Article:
termimad 0.8.15

Markdown Renderer for the Terminal

MIT Latest Version docs Chat on Miaou

A simple tool to display static or dynamic Markdown snippets in the terminal, with skin isolation.

Based on crossterm so works on most terminals (even on windows).


The goal isn't to display any markdown text with its various extensions (a terminal isn't really fit for that). The goal is rather to improve the display of texts in a terminal application when we want both the text and the skin to be easily configured.

Termimad also includes a few utilities helping efficient managing of events and user input in a multithread application.

Wrapping, table balancing, and scrolling are essential features of Termimad.

A text or a table can be displayed in an a priori unknown part of the screen, scrollable if desired, with a dynamically discovered width.

For example this markdown:

| tables | yes | pipe based, with or without alignments
| italic, bold | yes | star based |
| inline code | yes | `with backquotes` (it works in tables too)
| code bloc | yes |with tabs or code fences
| syntax coloring | no |
| crossed text |  ~~not yet~~ | wait... now it works `~~like this~~`
| horizontal rule | yes | Use 3 or more dashes (`---`)
| lists | yes|* unordered lists supported
|  | |* ordered lists *not* supported
| quotes |  yes |> What a wonderful time to be alive!
| links | no | (but your terminal already handles raw URLs)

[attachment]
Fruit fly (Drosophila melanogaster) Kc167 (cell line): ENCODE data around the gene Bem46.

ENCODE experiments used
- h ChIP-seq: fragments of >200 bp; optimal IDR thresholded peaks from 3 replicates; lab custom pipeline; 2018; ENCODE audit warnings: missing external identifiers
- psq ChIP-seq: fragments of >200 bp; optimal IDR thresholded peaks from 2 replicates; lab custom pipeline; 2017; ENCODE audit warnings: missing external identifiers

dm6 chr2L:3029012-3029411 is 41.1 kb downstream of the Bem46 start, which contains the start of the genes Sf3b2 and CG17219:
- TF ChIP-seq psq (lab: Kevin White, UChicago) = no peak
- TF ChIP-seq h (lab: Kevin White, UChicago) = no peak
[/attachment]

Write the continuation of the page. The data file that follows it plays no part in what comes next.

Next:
will give different results depending on the width:





termimad = "0.5"

With the default skin:

termimad::print_inline("**some** *nested **style*** and `some(code)`");


print!("{}", termimad::inline("**some** *nested **style*** and `some(code)`"));


simple example

Inline snippets with a custom skin:

Inline snippets are one line or less.

let mut skin = MadSkin::default();
skin.print_inline("*Hey* **World!** Here's `some(code)`");
skin.paragraph.set_fgbg(Magenta, rgb(30, 30, 40));
println!("\nand now {}\n", skin.inline("a little *too much* **style!** (and `some(code)` too)"));


too much style


Texts can be several lines. Tables and code blocks are automatically aligned, justified and consistently wrapped.

skin.print_text("# title\n* a list item\n* another item");

Scrollable TextView in a raw terminal:


The code for this example is in examples/scrollable. To read the whole text just do

cargo run --example scrollable


In order to separate the rendering format from the content, you may want to have some constant markdown and fill some placeholders with dynamic items.

The format! macro is not always a good solution for that because you may not be sure the content is free of characters which may mess the markdown.

A solution is to use one of the templating functions or macros.

A template is to markdown what a prepared statement is to SQL: interpreted once and preventing the content to be interpreted as parts of the structure.

Inline Templates


    "**$0 formula:** *$1*", // the markdown template, interpreted once
    "Disk",  // fills $0
    "2*π*r", // fills $1. Note that the stars don't mess the markdown


Main difference with using skin.print_inline(format!( ... )) to build some markdown and parse it: